What we have concluded from working with thousands of coaches, managers and sales people is that coaching feedback needs to be specific, focused on behavior and provided in a timely fashion. When we ask people about the coaching feedback they receive, the reviews are mixed. The comments we hear sound something like this:
- “She tells me when I am not doing a good job.”
- “I have been told that I take too much time with each customer.”
- “Coaching is for people that are not making their numbers. Right?”
- “My manager wants me to close more, but I am not really sure what that means.”
- “I have regular one-on-one meetings but not a lot of feedback.”
- “I never get coached. I am a top performer”.
- “We don’t have sales coaches, just managers.”
- “We get regular sales tips and trainings from our manager.”
- “My manager wasn’t as good a sales person as I am.”
How do you ensure coaching feedback supports improved performance?
- Consistently reinforce positive behaviors as well as improvements. Managers tend to err on the side of corrective feedback. Provide a balance.
- Make sure you provide specific observations of behaviors that affect performance. If you are giving opinions based on personal experience or style your feedback may not actually support results. If your feedback is too vague it is left to interpretation.
- Be sure to keep advice focused on the future as they can do nothing about what just occurred. For example, “Next time you open a call, you could ask the customer if there is anything they would like to add to the agenda, that way you will ensure you are on the right track.”
- Get validation. Ask your sales person if the feedback you are giving them is helpful. It doesn’t matter what you think if they don’t like or understand what you are saying. Make sure it is hitting the mark.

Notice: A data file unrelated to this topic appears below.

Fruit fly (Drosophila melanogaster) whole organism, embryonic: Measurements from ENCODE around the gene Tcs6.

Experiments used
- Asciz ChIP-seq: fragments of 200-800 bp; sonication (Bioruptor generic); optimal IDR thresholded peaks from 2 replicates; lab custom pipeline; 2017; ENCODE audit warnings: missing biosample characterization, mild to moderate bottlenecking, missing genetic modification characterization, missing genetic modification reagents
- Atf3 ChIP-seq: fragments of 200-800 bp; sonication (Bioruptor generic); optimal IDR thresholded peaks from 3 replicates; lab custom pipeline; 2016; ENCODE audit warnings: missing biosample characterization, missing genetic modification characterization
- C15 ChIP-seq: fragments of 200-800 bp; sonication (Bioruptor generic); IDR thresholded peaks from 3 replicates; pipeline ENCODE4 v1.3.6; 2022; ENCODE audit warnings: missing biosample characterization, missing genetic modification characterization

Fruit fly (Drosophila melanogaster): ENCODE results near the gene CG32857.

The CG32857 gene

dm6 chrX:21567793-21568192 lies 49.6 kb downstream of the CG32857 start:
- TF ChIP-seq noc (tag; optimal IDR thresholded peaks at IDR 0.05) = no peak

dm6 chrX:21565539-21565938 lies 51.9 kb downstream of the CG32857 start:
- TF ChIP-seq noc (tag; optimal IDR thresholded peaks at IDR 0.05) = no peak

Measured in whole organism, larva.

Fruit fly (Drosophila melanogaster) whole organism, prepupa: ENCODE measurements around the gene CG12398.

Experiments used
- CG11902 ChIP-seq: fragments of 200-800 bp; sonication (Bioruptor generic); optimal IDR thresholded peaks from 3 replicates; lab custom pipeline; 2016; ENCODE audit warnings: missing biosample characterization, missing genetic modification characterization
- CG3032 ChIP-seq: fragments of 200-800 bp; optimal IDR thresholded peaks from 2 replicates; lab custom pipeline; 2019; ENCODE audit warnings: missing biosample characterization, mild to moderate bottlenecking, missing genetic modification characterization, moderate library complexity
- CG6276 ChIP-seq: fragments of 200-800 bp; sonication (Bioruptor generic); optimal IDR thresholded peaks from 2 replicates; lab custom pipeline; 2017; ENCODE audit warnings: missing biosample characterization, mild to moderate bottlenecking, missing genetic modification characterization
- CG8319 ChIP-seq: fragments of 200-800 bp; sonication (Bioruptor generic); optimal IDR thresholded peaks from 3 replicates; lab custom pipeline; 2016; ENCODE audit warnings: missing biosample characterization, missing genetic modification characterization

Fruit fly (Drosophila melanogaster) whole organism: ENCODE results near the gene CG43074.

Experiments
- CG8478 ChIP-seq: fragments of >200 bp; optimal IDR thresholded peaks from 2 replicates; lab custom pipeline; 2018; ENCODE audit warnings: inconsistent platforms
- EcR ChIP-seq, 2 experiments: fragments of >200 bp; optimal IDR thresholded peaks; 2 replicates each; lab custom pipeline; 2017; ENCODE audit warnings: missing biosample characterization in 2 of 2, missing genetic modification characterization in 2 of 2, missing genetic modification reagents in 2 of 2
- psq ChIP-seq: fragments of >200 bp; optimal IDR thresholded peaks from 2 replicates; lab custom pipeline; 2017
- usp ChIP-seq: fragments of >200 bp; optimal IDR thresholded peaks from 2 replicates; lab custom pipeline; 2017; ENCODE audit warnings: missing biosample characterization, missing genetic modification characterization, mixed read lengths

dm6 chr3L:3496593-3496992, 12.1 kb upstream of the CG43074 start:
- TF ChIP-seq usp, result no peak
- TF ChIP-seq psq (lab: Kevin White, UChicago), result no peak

- Positive reinforcement and advice for improvement does not always have to be given at the same time. If the expectation is that you will always give both positive and negative feedback then people tend to wait and listen for the criticism. The reinforcement can get lost. Think of feedback as bank account. You will make deposits (positive feedback) and withdrawals. If you are overdrawn, performance can start to suffer.
How to Give Positive Feedback More Effectively
Many sales managers think they are providing positive feedback when they say, “Hey great job today!” It’s nice to hear, but it doesn’t tell your sales person what they are doing well. If you want to reinforce behaviors that contribute to higher performance – be specific. For example, “I observed three things you did in that meeting that drove a successful close. The first was the way you validated the customer’s acceptance throughout the call by getting feedback. By asking, “What do you think about that?”, you were able to uncover concerns and address them effectively. The second was the qualifying question you asked about decision making. By knowing how they were going to make this decision you were able to close for the next step to advance that process. And lastly, you summarized the key points agreed to in the meeting and suggested the next step confidently. The result was the customer was comfortable in committing to you.”